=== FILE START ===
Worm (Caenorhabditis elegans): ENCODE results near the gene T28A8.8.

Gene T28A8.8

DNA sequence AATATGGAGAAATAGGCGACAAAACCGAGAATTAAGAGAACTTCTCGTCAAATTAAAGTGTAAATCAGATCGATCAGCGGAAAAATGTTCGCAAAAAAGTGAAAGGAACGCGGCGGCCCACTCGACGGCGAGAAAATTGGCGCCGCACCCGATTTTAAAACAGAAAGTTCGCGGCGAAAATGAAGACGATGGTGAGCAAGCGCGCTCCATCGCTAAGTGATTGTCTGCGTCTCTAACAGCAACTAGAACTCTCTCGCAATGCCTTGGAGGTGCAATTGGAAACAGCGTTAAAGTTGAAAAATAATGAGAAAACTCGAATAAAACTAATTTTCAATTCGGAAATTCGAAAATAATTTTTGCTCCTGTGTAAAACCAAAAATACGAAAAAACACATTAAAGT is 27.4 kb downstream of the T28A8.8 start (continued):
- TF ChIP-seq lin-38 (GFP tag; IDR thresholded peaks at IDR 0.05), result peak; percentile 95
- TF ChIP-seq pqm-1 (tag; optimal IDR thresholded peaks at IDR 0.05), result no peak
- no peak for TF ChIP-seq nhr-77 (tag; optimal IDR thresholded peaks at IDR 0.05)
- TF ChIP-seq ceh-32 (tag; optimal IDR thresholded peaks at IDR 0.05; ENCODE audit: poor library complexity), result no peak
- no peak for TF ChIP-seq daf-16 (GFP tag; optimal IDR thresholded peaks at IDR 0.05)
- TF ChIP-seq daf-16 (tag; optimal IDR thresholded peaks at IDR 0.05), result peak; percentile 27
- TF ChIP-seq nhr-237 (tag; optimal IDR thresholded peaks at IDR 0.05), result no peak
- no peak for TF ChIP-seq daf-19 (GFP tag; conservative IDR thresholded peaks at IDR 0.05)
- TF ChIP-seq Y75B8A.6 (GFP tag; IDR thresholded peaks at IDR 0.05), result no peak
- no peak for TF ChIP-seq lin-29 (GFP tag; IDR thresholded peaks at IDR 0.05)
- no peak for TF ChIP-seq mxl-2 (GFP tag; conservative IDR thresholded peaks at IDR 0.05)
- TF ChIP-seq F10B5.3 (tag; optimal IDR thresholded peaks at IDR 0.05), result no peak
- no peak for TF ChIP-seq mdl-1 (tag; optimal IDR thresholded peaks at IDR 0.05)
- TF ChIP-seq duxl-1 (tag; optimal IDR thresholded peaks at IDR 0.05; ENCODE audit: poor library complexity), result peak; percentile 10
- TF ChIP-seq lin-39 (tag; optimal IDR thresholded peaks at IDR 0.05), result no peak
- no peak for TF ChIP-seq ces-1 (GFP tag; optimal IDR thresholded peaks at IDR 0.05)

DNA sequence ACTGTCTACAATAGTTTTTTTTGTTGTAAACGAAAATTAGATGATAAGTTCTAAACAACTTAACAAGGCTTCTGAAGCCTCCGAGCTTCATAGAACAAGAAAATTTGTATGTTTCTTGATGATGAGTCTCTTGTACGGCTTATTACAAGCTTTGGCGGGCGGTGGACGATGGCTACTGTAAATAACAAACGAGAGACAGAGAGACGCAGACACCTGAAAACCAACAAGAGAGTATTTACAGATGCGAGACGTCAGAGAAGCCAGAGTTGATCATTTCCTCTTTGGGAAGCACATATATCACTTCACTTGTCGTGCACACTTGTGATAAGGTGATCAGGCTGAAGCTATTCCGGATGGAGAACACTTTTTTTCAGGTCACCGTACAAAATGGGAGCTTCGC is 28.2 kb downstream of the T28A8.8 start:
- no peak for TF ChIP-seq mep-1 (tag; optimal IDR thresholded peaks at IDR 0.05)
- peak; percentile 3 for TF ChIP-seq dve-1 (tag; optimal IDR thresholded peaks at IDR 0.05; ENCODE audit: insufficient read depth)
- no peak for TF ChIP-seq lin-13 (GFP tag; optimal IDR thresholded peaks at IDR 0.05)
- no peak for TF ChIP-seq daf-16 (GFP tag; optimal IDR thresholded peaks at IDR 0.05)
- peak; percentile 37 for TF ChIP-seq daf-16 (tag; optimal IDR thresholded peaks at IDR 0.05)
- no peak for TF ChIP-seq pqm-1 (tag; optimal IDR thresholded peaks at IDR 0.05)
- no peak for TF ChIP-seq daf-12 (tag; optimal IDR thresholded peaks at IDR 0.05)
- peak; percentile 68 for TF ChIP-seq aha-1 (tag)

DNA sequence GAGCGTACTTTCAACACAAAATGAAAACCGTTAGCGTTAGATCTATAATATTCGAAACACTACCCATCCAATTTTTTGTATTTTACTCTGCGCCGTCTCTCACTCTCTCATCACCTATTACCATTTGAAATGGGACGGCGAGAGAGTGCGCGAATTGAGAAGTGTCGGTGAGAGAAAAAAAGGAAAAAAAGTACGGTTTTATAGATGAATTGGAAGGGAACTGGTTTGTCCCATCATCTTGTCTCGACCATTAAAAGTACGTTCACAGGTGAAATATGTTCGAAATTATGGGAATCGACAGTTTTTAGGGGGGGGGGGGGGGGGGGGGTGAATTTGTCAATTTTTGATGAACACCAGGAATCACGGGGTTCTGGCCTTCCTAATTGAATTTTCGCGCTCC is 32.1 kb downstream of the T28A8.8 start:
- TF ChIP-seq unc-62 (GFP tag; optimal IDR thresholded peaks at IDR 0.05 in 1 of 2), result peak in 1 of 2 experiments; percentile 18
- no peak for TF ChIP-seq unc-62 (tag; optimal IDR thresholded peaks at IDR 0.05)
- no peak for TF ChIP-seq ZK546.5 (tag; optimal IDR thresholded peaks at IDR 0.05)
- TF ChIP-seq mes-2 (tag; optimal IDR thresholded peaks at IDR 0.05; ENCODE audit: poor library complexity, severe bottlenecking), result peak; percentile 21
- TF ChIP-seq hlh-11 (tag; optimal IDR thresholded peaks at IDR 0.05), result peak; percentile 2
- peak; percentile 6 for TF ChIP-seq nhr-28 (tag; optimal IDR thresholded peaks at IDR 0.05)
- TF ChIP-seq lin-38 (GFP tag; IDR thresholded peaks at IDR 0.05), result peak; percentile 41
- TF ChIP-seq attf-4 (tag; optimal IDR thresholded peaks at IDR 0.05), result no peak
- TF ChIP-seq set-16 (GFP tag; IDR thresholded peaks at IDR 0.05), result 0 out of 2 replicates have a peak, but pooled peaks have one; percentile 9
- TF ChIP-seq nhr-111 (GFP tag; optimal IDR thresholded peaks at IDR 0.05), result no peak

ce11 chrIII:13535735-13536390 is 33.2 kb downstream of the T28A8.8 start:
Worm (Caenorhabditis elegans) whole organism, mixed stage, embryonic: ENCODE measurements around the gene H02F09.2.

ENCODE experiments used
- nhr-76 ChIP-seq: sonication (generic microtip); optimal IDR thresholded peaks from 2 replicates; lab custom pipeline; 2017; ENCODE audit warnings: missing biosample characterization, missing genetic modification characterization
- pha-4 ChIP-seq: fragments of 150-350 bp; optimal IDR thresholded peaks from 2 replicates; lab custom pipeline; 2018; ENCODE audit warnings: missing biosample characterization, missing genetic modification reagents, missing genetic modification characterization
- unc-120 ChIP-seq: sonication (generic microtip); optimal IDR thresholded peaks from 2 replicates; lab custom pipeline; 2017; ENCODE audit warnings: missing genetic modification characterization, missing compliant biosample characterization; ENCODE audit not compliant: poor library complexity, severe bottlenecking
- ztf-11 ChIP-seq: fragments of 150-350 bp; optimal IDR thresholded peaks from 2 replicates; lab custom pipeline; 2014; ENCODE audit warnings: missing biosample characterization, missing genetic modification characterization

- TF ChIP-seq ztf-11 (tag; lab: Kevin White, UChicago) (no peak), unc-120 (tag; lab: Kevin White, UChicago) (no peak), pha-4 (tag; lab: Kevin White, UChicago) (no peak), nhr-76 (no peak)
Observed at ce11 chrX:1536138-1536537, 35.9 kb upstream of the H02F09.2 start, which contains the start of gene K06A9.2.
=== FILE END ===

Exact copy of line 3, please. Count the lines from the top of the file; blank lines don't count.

DNA sequence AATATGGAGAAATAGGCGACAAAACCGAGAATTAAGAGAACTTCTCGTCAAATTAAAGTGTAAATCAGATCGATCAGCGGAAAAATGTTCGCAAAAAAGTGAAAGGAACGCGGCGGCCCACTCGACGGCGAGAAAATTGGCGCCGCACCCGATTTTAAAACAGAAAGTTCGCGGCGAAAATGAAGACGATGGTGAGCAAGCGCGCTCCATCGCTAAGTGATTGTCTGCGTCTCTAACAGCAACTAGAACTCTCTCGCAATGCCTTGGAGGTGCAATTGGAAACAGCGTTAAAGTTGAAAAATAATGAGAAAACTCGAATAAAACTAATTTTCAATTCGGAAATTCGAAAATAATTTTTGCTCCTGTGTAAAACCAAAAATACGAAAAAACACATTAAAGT is 27.4 kb downstream of the T28A8.8 start (continued):